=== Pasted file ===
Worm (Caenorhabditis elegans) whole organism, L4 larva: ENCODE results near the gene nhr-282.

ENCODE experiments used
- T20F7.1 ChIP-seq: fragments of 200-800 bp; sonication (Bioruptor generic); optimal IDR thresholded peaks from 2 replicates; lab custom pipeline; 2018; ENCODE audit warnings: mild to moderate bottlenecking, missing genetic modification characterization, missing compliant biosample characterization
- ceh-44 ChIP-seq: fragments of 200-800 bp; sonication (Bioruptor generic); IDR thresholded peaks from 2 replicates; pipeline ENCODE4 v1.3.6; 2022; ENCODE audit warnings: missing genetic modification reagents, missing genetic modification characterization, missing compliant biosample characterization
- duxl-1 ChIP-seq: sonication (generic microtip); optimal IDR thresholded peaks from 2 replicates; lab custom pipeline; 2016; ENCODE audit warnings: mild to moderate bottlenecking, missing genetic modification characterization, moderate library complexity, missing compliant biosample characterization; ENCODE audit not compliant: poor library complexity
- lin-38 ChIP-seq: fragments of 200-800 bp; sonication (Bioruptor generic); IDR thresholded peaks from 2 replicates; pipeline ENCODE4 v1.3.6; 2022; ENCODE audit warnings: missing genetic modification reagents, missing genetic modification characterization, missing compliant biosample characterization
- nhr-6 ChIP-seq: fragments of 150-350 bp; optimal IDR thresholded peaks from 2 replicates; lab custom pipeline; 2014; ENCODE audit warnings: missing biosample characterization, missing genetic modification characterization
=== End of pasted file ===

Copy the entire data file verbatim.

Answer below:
Worm (Caenorhabditis elegans) whole organism, L4 larva: ENCODE results near the gene nhr-282.

ENCODE experiments used
- T20F7.1 ChIP-seq: fragments of 200-800 bp; sonication (Bioruptor generic); optimal IDR thresholded peaks from 2 replicates; lab custom pipeline; 2018; ENCODE audit warnings: mild to moderate bottlenecking, missing genetic modification characterization, missing compliant biosample characterization
- ceh-44 ChIP-seq: fragments of 200-800 bp; sonication (Bioruptor generic); IDR thresholded peaks from 2 replicates; pipeline ENCODE4 v1.3.6; 2022; ENCODE audit warnings: missing genetic modification reagents, missing genetic modification characterization, missing compliant biosample characterization
- duxl-1 ChIP-seq: sonication (generic microtip); optimal IDR thresholded peaks from 2 replicates; lab custom pipeline; 2016; ENCODE audit warnings: mild to moderate bottlenecking, missing genetic modification characterization, moderate library complexity, missing compliant biosample characterization; ENCODE audit not compliant: poor library complexity
- lin-38 ChIP-seq: fragments of 200-800 bp; sonication (Bioruptor generic); IDR thresholded peaks from 2 replicates; pipeline ENCODE4 v1.3.6; 2022; ENCODE audit warnings: missing genetic modification reagents, missing genetic modification characterization, missing compliant biosample characterization
- nhr-6 ChIP-seq: fragments of 150-350 bp; optimal IDR thresholded peaks from 2 replicates; lab custom pipeline; 2014; ENCODE audit warnings: missing biosample characterization, missing genetic modification characterization